Books are an incredible resource, as they allow us to learn from others’ successes and brilliant ideas. There are countless relationship building and networking books out there to help us, but with so many books available, we may get stuck on deciding what to read. Below we have compiled a list of some of our favorites to help you get started!
1. The Go-Giver by Bob Burg and John David Mann
The Go-Giver is a little book with a big message. This is one of our favorites because it defines the type of person we should strive to be like; a person of character who puts others first. To us, this is more important than any networking action you take, because people will discover who you are and they will either want a relationship with you or they will not.
One of the main thoughts in this book is the idea of a young professional finding a mentor to guide him. At PRISM we took this mentoring model and built it right into our networking software system. There are best practices, resources, and tasks to help both mentors and mentees work together to build relationships that are meaningful to all people involved.
2. Dig Your Well Before You’re Thirsty: The only networking book you’ll ever need by Harvey Mackay
Harvey Mackay has been writing books and giving inspirational speeches about the art of selling and networking for decades. He is a guru in these areas and his books have been #1 on the New York Times bestseller lists, sometimes for over a year. This is one of our favorites, but you can’t go wrong reading any of his books. What does Mackay mean by “dig your well before you’re thirsty?” This simply means that you should always be building relationships, not just when you need something. This is one of the most important life lessons.
This is something that has inspired us to develop the software platform that will excite you and motivate you to “dig your well.” In a way, PRISM is like the metaphorical well that you are digging while you build strong relationships.
3. Avoiding The Networking Disconnect by Dr. Ivan Misner and Brennan Scanlon
We have learned several things from Avoiding The Networking Disconnect that we think are valuable for everyone to know. First, they highlight how networking is about building relationships, not closing deals. Second, they insist that you should have a process when you meet someone and take immediate action. The 24/7/30 Principle is simple and brilliant. Third, networking has stages, and you want to become known, liked and trusted. If you try to go too quickly through this process, you might not be able to save the relationship.
One of our favorite tips in Avoiding The Networking Disconnect is the 24/7/30 Principle, which we believe in. This is one of the books that inspired us to create a platform where you can not only manage your network more easily but learn valuable networking skills and techniques.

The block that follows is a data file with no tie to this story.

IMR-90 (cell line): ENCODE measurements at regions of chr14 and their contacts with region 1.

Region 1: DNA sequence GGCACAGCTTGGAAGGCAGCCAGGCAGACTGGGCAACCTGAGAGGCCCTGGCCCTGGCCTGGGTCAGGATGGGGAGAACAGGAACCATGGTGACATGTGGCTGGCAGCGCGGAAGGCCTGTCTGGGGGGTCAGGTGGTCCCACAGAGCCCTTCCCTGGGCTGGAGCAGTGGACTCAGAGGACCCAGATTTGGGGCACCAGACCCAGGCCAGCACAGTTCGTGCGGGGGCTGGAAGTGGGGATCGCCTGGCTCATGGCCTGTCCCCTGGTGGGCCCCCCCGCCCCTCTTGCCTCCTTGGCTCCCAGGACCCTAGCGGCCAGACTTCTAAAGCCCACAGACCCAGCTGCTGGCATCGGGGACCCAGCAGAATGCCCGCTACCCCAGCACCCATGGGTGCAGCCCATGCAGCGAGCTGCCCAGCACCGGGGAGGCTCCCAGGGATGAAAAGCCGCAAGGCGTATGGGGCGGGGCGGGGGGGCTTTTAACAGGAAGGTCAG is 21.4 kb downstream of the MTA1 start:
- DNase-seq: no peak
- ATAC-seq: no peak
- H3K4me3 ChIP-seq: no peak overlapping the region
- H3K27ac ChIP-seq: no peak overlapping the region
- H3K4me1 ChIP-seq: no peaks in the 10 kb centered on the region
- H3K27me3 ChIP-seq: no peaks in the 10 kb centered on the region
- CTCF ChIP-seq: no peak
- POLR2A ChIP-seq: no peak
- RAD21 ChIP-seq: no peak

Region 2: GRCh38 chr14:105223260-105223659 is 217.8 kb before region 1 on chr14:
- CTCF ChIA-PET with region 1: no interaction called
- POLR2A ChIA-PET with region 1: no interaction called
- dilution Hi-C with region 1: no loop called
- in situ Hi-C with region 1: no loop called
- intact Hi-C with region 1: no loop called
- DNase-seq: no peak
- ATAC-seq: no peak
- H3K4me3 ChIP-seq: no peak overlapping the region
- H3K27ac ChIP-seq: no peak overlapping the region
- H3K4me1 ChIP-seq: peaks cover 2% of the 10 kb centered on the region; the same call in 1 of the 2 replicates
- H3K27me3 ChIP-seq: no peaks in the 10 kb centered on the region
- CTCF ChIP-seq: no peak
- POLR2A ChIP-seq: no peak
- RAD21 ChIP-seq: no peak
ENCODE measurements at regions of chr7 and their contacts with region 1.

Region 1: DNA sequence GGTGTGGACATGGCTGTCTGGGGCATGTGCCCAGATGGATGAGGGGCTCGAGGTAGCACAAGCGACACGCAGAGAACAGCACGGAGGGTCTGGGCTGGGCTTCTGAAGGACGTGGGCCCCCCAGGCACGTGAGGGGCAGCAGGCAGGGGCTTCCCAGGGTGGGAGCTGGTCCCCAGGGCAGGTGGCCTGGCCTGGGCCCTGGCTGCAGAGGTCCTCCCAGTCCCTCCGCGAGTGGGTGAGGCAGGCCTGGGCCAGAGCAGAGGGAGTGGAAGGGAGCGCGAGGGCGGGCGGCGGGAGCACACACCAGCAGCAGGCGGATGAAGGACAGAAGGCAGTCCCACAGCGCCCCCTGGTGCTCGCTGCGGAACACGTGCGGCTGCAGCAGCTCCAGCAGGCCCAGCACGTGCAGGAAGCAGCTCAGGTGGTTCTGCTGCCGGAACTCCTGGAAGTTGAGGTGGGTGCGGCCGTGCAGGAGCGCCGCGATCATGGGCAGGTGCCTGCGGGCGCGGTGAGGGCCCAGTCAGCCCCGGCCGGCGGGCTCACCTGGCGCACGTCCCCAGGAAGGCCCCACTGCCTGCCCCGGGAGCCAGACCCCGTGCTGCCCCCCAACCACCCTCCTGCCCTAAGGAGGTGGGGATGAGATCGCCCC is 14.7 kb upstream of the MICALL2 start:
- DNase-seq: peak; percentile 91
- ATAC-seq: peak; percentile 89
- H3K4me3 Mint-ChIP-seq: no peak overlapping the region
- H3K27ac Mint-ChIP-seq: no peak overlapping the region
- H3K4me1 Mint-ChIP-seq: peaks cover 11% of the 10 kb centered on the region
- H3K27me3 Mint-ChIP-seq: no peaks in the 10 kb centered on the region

4. The Harvey Mackay Network Builder by Harvey Mackay
Another great book by Harvey Mackey is this Network Builder. This is the most straightforward, simple guide to be a successful person and networker.
Mackay’s most valuable tip is committing to a contact management system (referred today as a customer relationship management system, ‘CRM’) where you can track everything you know about someone. The purpose is to catalog not just career information, but also about their family, and who they are as a person…complete with interests and hobbies. From that information, one can build long-term connections and genuine relationships that will be mutually beneficial to all.
This is something that has driven us to build PRISM Networking. We have developed the platform for the networking modeled in part after his advice. We have created a modern-day Rolodex and personal CRM, with step by step stages to help you build and maintain your network.
5. The Start-up of You: Adapt to the Future, Invest in Yourself, and Transform Your Career by Reid Hoffman and Ben Casnocha
This book is filled with strategies to guide us to create the work-life we want. They explained that to deepen a relationship, you must give something away. It is valuable to give them something or some experience (i.e. lunch, sports tickets), but if this is not possible, give an introduction to someone in your network.
One of the main thoughts of The Start-Up of You is that each person, as an individual, is like a start-up business, and they will pivot their career. Thus, if you are your own business, you will need to manage your relationships. Similar to digging your well, you are in charge of what you do and how much effort you put into building strong relationships.